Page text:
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Interview: De Profundis

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An impressive set at Infernal Damnation Festival led me to dig up on De Profundis. Given their relative obscurity, it came as a surprise when I learned that they were lucky enough to play large shows in countries as far as Romania, Greece, and India. It was also interesting to realise that despite being a young band, most of De Profundis’ members are seasoned metalheads since the late ’80s. I got together with frontman Craig Land to discuss cultural differences, the tribulations of promoting yourself in the underground, and the future of metal.

— K. Ann Sulaiman

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Given that you moved from South Africa to the UK 10 years ago, what can you tell me about the South African metal scene?

Well, I’ve been into metal for a long time, and I started listening to the more extreme side of it in 1988, when I was still too young to go to gigs and clubs. It was about 1992 when I first started to go to shows and became more involved in the local South African metal scene, pretty much when the first death metal band started to appear in the country. The city I’m from, Durban, had a miniscule scene – possibly about two or three bands, as compared to Johannesburg, which had a larger share. There were also one or two bands from Cape Town, but overall the South African scene was very, very small and insular.

You also couldn’t buy albums from bands overseas since it was really difficult. I remember hearing Sepultura on a radio metal show, and how much I wanted to check them out. Unfortunately, it was impossible to get such niché music back then without going through the lengthy process of using mail-order companies in the UK and mainland Europe. The gigs themselves were major events, because they didn’t happen too often. Hardly any local bands ever got to the point where they could put on shows, so when they did, it was quite a spectacle! The whole place would be chaos; everyone would just be moshing and getting crazy. I recall that for the first few gigs that I went to, I would come back covered in blood – unfortunately my own – but it was an awesome experience that hooked me for life!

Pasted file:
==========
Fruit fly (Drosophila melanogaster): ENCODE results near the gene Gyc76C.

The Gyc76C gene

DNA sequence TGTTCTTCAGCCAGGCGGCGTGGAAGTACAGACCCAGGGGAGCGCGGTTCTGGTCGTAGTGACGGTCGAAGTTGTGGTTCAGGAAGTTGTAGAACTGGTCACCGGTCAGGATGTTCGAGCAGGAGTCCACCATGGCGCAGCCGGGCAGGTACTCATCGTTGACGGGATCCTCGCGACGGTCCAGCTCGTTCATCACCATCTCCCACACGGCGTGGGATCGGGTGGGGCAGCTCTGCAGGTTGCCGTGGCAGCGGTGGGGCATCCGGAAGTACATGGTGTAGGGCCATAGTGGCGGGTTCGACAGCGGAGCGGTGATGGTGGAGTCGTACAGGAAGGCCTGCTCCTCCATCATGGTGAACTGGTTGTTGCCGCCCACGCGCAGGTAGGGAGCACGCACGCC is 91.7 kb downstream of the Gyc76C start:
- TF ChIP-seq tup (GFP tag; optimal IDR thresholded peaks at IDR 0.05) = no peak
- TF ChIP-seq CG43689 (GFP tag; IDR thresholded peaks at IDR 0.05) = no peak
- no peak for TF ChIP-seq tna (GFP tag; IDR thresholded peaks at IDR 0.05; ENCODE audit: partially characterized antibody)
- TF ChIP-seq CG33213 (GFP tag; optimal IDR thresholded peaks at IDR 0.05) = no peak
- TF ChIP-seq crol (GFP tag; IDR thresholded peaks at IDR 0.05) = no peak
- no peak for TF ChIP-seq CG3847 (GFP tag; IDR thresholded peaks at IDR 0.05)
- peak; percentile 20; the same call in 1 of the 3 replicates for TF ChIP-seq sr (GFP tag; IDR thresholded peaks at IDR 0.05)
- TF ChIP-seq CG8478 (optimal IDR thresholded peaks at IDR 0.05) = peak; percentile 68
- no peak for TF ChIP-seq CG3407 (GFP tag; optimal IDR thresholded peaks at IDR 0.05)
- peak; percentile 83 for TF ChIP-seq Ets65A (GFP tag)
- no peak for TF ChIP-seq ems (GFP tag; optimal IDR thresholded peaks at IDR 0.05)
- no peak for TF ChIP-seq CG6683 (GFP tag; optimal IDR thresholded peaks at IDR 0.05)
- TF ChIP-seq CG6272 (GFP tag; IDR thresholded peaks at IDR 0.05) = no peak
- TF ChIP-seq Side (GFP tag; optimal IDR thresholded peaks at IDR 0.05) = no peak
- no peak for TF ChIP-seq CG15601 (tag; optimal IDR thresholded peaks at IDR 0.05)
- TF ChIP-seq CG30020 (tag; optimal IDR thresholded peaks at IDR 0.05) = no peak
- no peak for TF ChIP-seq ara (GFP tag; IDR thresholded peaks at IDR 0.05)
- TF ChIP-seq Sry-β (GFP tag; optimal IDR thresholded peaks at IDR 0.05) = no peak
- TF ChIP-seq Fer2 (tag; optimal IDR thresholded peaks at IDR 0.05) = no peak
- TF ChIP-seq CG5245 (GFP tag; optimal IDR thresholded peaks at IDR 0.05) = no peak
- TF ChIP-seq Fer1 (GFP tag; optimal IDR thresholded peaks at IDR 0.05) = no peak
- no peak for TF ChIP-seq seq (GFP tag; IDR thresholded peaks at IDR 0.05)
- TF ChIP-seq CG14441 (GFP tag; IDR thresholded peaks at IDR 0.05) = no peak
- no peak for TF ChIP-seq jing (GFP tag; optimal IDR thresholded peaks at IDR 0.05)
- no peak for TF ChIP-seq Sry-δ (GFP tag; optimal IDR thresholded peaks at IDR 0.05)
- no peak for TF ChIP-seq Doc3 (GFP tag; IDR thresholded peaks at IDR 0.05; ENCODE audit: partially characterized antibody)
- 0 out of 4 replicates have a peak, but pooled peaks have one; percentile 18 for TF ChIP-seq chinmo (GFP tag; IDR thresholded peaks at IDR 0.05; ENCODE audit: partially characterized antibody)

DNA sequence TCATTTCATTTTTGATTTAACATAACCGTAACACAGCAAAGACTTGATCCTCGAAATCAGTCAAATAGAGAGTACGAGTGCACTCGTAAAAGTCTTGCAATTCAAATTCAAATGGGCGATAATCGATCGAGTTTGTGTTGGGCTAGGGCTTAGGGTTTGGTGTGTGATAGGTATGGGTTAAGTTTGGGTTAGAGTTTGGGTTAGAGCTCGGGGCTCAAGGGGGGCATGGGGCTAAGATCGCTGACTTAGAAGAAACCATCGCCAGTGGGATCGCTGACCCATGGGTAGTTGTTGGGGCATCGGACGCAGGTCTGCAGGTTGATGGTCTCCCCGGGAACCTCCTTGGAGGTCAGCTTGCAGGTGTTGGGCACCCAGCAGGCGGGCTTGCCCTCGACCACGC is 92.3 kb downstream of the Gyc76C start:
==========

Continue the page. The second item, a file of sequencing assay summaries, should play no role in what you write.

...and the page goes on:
The problem with the South African metal scene, though, was that it didn’t really evolve or go anywhere from those days. There are a few more bands nowadays, but I’m going back about 20 years ago. None of them have cracked it internationally, and there are still very few metal bands who come down to that country to play shows. We had Napalm Death and Carcass back in the day, but you get very little over there. It was really disheartening for me, because every new band that was coming out wanted to be the new Deicide or the new Pantera. No one was trying to push any boundaries, as they just wanted to rehash stuff which had already been done before abroad.

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How did it compare to the English scene after moving overseas?

I was in a band which released an album in ’97, and the week after that our guitarist flew out to the United Kingdom to emigrate. Three years later, I was able to do the same thing.

The UK metal scene somewhat surprised me, as it was so cool to watch all the bands that I read about and been following from afar. To see them live in the flesh was fantastic, and my friends back in South Africa were extremely jealous about it! I understand that the UK’s had a bit of a bad reputation for a little while for not really producing anything of interest since probably the death metal explosion of the late ’80s to early ’90s. But I think that lately, the extreme metal scene is actually getting much better over here! There are some really good names that are starting to gain more recognition, like Wodensthrone, for one, who were at Infernal Damnation Festival in Camden earlier this year, where De Profundis had also played.

Though I have to say – you would have thought otherwise, but there are not a huge number of metalheads in London, surprisingly! Also, a lot of those that are in the capital tend to be foreigners, which is just as astonishing for those unfamiliar with the city’s multiculturalism and ethnic diversity.

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Speaking of which, most of De Profundis are of different cultural backgrounds and experiences to most of the English metal scene. How would you say that this affects the band as outsiders even in the London scene?

Well, I don’t know how much it does, though we’re all from different backgrounds to one another. At one stage, De Profundis didn’t even have any British members at all; we were all foreigners. Then we got Nick Tingle (drummer) and Aaron McSporran (bassist) into our lineup, who are both English, so that has changed. As for the “foreign” side of the band, there’s our guitarist and the band’s co-founder Roman Subbotin who moved here from Russia about 10 years ago, myself from South Africa, and our other guitarist Shoi Sengupta, who’s French-born but of Indian descent. That’s another unique point to us, I suppose, as people don’t often see people of other races playing heavy metal. It’s normally seen as a “white man’s thing”.